Marijuana businesses were restricted to limited advertising-platform options from day one, and prohibitions haven’t loosened much. The State of Colorado only allows dispensaries and other cannabis businesses to advertise with publications, radio stations and television stations if reliable evidence shows that over 30 percent of the continued on page 10
The Chronicle is published by Westword, 969 Broadway, Denver, CO 80203; the contents are copyright 2017 by Voice Media Group.
g | The Chronicle June 2017
WESTWORD.COM
BRIAN BADZMIEROWSKI


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JUNE 2017 YOUR GUIDE TO MARIJUANA IN COLORADO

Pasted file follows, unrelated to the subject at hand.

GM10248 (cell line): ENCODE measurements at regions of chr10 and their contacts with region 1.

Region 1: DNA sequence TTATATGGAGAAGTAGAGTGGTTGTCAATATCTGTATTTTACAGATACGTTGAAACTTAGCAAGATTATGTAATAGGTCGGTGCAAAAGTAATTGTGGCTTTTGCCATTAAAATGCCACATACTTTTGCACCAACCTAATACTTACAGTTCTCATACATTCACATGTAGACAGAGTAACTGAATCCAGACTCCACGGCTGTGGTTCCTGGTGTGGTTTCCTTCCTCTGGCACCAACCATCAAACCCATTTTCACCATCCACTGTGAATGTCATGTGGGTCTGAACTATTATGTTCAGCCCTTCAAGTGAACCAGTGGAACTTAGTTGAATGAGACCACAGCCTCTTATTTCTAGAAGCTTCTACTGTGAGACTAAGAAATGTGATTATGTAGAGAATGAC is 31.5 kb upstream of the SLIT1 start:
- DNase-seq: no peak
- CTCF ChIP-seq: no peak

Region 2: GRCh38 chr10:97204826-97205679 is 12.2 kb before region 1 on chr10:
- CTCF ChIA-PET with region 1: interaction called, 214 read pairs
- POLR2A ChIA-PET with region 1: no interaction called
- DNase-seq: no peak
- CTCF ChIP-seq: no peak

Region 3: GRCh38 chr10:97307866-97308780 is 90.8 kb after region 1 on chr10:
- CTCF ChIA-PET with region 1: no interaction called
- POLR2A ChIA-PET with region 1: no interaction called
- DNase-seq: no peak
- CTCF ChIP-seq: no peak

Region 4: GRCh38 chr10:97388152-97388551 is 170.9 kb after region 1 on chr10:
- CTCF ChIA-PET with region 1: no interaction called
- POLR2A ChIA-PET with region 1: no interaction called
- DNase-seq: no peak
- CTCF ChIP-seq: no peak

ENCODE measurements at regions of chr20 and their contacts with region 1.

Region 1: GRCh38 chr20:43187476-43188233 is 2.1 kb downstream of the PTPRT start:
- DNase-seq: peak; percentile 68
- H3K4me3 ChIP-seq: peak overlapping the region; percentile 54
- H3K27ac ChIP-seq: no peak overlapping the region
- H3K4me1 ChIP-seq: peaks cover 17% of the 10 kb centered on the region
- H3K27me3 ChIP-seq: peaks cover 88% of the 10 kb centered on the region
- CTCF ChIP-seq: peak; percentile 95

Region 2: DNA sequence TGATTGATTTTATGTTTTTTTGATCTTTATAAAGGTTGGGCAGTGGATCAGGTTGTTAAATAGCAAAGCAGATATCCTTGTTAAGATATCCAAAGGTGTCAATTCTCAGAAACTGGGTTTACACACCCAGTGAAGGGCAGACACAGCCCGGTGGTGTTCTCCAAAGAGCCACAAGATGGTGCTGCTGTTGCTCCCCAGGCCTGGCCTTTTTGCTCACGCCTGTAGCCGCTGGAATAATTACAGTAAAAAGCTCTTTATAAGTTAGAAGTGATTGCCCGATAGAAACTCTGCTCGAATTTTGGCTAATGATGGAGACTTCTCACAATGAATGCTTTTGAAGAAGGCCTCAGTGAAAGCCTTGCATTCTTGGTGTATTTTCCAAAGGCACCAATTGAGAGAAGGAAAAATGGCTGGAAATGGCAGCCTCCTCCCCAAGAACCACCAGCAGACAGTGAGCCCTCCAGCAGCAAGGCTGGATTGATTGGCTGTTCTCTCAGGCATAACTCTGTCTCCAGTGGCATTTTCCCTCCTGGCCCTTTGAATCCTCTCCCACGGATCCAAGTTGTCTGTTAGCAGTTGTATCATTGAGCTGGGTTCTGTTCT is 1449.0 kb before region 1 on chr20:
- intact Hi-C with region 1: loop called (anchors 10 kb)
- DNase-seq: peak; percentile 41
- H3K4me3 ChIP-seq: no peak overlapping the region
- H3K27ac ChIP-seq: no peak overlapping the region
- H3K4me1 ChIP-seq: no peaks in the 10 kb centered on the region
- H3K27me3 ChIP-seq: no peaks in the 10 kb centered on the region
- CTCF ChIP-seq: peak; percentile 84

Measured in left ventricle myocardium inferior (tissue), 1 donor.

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6 .. 'l'iiiS W8111 Looking back on legalization in Colorado. ., •• r .. rl ... _. as it already been three and a half years since the first legal recreational cannabis was sold in Colorado? Between the gravity-bong hits and ridiculous ru mors to chase , we've barely had time to catch our breath. Remember when ev ery week, it seemed like someone would eat too many edibles and freak out? (Or at least the media wou ld freak out?) Or when unsuspecting attendees at the 2014 Denver County Fair consumed infused chocolates? The official announcement of California's pot -infused anal suppositories might 'v e seemed insignificant to you, but itwasanimportantdayforus-and thou sands of sad Rocky Mountain sphincters without access to them. Many of the early issues have been resolved. Edibles are now packaged in smaller serving sizes with childproofbar riers. The Denver County Fair hasn ' t had a pot pavilion since the mishap , leaving celebrations to the Cannabis Cup , 420 Rally and other events with much more experience at being disorganized and un reliable. And most important, pot infused suppositories were soon available in Colo rado for any butthole age 21 or older. Lost amid all the stories about edibles 14 Remembering Ken Gorman The marijuana activist inspired the 420 rally ... but didn't live to see the first one. By Michael Roberts I madness and boofingTHC , though , there have been some real trends. Unless you've beendiligentlyscanningdispensarymenus and devouring cannabis news since 2014, you might not have noticed some of these developments. As your dad said when the trip to Disneyland came to an end, "Time flies when you're stoned as shit." Here's some of what you may have missed: Consolidation There were already local dispensary chains when retail marijuana sales began in January 2014, but most of them still only sold to medical patients. Today's big brands were among these chains , but there were other early con tenders . ThePinkHouseonce had licenses for six dispensa ries, while now-extinct iVita Wellness had three storefronts open . Flash-forward to today, and iVita has since been swallowed up by LivWell and Native Roots , and the Pink House has just two open lo cations. Meanwhile, Sweet Leaf(ten) , the Green Solu tion (twelve), LivWell (fourteen) and Native Roots (nineteen) have all continued to get fatter and all plan to open more spots soon. Industry investors and entrepreneurs have predicted that big tobacco and pharma will invade Colo20 Dispensary Ustlngs Our comprehensive guide to the state's marijuana centers, by town. rado's dispensary scene once federal banking restrictions are lifted , but for now, these are the biggest fish in our sea. Advertising Marijuana businesses were restricted to limited advertising-platform options from day one, and prohibitions haven ' t loosened much. The State of Colorado only allows dispensaries and other can nabis businesses to advertise with publica tions, radio stations and television stations if reliable evidence shows that over 30 percent of the continued on page 10 The Chronicle is published by Westward, 969 Broadway , Denver, CO 80203; the contents are copyright 20 1 7 by Voice Media Group. THE CHRONICLE JUNE 2017 I WESTWORD.COM